Something Might Happen
By Julie Myerson
Published by Little Brown & Co. 
October 2003; 0316779849; 336 pages

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Something Might Happen by Julie MyersonChapter 1

PEOPLE THINK WHEN SOMEONE IS STABBED THEY JUST fall down on the ground and die. Well they don’t. When Lennie is found on that morning in the car park on Pier Avenue, they can tell from the mess that she dragged herself around for some time before she gave up.

Quite some time, in fact. Maybe even as much as a quarter of an hour. Crawling like a baby on her hands and knees, grabbing and swiping at door handles and bumpers, fingers tacky with her own blood. Then at some point slipping down and losing consciousness there in the nettles by the Pay & Display machine. They say they can't be certain about when it was, the precise moment that her heart stopped--but they can assure us that it was immaterial. She wouldn't have seen, wouldn't have known.

The one good thing, Mawhinney says, is that her brain would've shut down as her lungs filled up.

But I don't want the details. One moment or several? A curdled sigh, a spattered red breath, brown saliva clotting in her mouth? All I care about is that they're right, that it was quick. All I need to know is that her heart was not still beating when her attacker moved back in and cut it out.



Early October and four in the morning and no wind at all, just the blackest darkness, so dead and dark and black that if you stopped to think about it, you might find you couldn't breathe. All the lights out. And then all of them on, one by one--pop, pop, pop--the world reviving, turning large and transparent.

Something's happened.

He rings me at the deadest time, sleep holding me down. Since the baby that's how I've been, a dead person, trying to surface. Still I grab the phone the second its ringing hits my dreams.

Tess, he goes, Tess--and straightaway I can tell his voice is all wrong.

What? I say, struggling to sit up and focus. What is it? What's going on?


The silence crackles.

I'm sorry, he says.

What do you mean, sorry? Why?

Oh Tess, he says and he sounds like he's going to cry.

Al, I go, for fuck's sake--what?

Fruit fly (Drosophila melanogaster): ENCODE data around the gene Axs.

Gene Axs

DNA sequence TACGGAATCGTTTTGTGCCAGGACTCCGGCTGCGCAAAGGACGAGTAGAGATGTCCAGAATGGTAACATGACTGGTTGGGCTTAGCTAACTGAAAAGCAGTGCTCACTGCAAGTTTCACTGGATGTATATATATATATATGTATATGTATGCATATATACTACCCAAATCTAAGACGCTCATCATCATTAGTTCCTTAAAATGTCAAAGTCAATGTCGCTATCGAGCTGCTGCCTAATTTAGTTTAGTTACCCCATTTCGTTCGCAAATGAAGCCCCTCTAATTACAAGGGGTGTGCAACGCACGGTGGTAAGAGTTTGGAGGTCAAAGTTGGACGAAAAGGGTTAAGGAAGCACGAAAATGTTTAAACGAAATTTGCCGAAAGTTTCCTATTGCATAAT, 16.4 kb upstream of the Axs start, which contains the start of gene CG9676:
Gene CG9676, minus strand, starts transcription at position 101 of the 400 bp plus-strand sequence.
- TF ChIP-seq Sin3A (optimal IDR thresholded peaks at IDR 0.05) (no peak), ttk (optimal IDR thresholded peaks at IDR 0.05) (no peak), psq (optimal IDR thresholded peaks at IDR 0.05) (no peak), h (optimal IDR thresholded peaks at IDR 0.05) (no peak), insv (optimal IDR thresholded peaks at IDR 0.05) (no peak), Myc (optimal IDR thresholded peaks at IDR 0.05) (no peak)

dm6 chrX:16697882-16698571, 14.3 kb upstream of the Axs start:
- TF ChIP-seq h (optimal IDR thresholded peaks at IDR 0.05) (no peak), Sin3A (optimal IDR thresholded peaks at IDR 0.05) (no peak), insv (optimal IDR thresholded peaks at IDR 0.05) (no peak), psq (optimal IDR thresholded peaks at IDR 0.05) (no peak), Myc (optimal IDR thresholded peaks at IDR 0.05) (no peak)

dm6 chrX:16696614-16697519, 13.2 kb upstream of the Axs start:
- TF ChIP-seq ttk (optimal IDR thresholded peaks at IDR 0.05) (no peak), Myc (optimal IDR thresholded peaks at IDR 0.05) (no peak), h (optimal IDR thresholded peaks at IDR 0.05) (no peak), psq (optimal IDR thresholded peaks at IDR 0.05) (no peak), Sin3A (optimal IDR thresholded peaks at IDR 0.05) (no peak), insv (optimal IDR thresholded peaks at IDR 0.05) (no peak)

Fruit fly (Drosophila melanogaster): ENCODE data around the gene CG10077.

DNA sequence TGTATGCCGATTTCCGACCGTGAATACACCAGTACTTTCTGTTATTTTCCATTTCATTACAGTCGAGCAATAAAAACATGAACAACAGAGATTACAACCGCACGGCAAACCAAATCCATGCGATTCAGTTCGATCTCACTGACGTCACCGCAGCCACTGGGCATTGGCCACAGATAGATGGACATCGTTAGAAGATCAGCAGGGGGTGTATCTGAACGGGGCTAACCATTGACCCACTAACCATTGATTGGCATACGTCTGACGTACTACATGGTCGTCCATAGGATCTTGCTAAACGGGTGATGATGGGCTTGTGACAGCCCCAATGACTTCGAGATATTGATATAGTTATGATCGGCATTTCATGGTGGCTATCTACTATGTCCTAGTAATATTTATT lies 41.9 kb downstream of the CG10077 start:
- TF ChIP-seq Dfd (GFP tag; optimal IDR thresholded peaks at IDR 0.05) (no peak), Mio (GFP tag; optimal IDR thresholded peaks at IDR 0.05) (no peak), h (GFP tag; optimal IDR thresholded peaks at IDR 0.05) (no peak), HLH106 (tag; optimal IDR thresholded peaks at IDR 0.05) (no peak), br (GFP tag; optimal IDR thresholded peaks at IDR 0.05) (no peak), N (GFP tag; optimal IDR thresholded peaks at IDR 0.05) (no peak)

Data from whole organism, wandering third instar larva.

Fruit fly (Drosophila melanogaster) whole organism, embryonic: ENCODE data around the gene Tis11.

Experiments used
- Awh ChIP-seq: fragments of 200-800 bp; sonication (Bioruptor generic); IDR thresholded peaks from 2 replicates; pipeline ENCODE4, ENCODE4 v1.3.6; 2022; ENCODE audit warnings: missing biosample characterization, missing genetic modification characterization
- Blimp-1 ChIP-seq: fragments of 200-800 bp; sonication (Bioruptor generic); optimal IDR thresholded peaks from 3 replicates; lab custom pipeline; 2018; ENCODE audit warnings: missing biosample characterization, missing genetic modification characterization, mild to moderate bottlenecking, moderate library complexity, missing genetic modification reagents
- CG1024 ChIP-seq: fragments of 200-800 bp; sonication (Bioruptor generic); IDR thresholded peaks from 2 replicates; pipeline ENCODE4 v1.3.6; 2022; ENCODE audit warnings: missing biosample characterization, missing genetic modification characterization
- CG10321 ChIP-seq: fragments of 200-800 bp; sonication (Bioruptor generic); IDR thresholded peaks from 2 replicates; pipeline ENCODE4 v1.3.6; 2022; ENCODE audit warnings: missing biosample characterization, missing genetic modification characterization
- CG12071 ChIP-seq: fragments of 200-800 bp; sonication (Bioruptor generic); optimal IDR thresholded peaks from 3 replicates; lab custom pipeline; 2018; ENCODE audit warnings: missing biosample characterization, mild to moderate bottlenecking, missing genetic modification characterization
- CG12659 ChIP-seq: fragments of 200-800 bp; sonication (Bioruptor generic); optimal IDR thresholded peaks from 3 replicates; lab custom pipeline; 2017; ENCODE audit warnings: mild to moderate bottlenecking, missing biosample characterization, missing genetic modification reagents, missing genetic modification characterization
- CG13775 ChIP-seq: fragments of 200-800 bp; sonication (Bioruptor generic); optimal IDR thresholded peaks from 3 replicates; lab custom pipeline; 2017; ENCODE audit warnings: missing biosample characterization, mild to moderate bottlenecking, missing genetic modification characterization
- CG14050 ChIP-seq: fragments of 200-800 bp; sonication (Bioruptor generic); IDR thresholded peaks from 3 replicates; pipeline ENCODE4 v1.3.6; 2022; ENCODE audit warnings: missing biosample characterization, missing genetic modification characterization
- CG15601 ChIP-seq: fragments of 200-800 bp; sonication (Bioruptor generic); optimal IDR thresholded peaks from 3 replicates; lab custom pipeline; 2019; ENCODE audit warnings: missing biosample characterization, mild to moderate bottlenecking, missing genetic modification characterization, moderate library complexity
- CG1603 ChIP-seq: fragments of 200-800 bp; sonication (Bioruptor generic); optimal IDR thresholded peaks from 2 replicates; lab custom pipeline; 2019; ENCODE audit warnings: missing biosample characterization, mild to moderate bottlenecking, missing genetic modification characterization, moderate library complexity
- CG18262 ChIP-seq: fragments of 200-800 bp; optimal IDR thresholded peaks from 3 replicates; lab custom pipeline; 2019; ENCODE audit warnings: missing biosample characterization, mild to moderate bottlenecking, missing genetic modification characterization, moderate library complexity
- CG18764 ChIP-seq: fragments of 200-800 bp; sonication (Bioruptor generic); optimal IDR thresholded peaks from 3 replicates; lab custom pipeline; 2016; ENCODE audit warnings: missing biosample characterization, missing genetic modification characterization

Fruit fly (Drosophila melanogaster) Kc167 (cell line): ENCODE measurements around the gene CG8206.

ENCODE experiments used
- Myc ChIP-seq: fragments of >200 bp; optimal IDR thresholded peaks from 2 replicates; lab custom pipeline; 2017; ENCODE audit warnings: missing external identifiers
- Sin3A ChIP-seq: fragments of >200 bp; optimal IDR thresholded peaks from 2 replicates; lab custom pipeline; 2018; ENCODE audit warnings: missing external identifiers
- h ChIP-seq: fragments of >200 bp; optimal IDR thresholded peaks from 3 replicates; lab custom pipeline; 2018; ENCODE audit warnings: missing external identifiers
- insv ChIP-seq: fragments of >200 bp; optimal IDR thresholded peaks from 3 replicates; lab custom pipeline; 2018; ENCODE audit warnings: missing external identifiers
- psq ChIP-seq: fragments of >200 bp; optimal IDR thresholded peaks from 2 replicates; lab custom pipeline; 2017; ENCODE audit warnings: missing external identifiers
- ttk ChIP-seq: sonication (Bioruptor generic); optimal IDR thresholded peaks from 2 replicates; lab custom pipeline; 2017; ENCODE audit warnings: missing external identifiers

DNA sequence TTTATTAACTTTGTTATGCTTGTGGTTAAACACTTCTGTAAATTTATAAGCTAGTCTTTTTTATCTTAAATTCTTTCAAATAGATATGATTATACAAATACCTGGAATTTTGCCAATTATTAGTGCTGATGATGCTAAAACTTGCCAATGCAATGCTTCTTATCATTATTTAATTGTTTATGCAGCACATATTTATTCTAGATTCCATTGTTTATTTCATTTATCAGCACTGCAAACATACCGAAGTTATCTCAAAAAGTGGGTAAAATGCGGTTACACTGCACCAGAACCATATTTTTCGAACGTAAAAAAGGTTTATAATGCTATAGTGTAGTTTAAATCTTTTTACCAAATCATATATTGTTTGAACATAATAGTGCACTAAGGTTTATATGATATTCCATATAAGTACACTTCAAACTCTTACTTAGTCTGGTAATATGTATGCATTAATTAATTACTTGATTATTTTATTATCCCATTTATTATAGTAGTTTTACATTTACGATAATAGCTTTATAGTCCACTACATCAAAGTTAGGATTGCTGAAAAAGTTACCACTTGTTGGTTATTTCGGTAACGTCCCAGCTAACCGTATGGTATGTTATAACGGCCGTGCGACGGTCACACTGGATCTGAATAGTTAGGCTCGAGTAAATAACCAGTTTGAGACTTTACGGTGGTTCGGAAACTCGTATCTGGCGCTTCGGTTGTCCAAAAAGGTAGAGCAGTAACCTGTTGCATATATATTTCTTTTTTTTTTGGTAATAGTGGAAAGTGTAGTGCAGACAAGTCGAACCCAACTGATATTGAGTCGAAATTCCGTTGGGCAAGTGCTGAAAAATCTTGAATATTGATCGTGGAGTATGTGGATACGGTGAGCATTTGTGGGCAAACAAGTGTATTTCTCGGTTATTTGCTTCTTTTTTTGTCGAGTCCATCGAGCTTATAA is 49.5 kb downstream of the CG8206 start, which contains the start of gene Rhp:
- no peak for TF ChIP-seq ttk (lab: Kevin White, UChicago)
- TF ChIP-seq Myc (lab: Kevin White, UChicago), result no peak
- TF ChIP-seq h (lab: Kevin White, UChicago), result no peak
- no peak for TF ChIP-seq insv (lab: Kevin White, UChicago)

She's not here.


You were right. She hasn't come home.

She hasn't?

She’s just—I don’t know where she is—she’s not here.

Outside, a dark whoosh of wind in the poplars. If it was light you would see them bending. You get that by the sea —sudden changes, things getting crushed and flattened. I used to like it. It used not to scare me at all.

Next to me in the bed meanwhile Livvy is lying on her back in her white sleeper, snaps done up to the chin, mouth softly open and arms flung back. A swirl of blackish hair on her head. Mick funnily enough is lying in a similar babyish way but on his front—black matted hair pushed up, hands bunched into two hot fists. Dreaming of a fight is what it looks like.

Tess, he says, what am I going to do?

Call the police.

I’ve done that.

You want me to come?

He says nothing. Liv snorts. When did I feed her? I slide my fingers under to feel her nappy. Damply heavy with pee. I must have fed her in the night, in my sleep.

I’ll come, I tell him. Wait for me.

I get out of bed, change the baby, get dressed.

In one way it is not a surprise. In the beach hut that night, the feeling is cold and hard, painful and unsettling. I shouldn’t have let him come. It shouldn’t have to be complicated.

I take the tumbler of wine from his hands. Take a sip. Put it down on the wooden floor which is slippy with the years of sand falling off our bare feet.

You should get back, I say. But he doesn’t move. He just looks at me.

She’ll be in bed. She’ll have gone to sleep.

No, I say. It’s not that.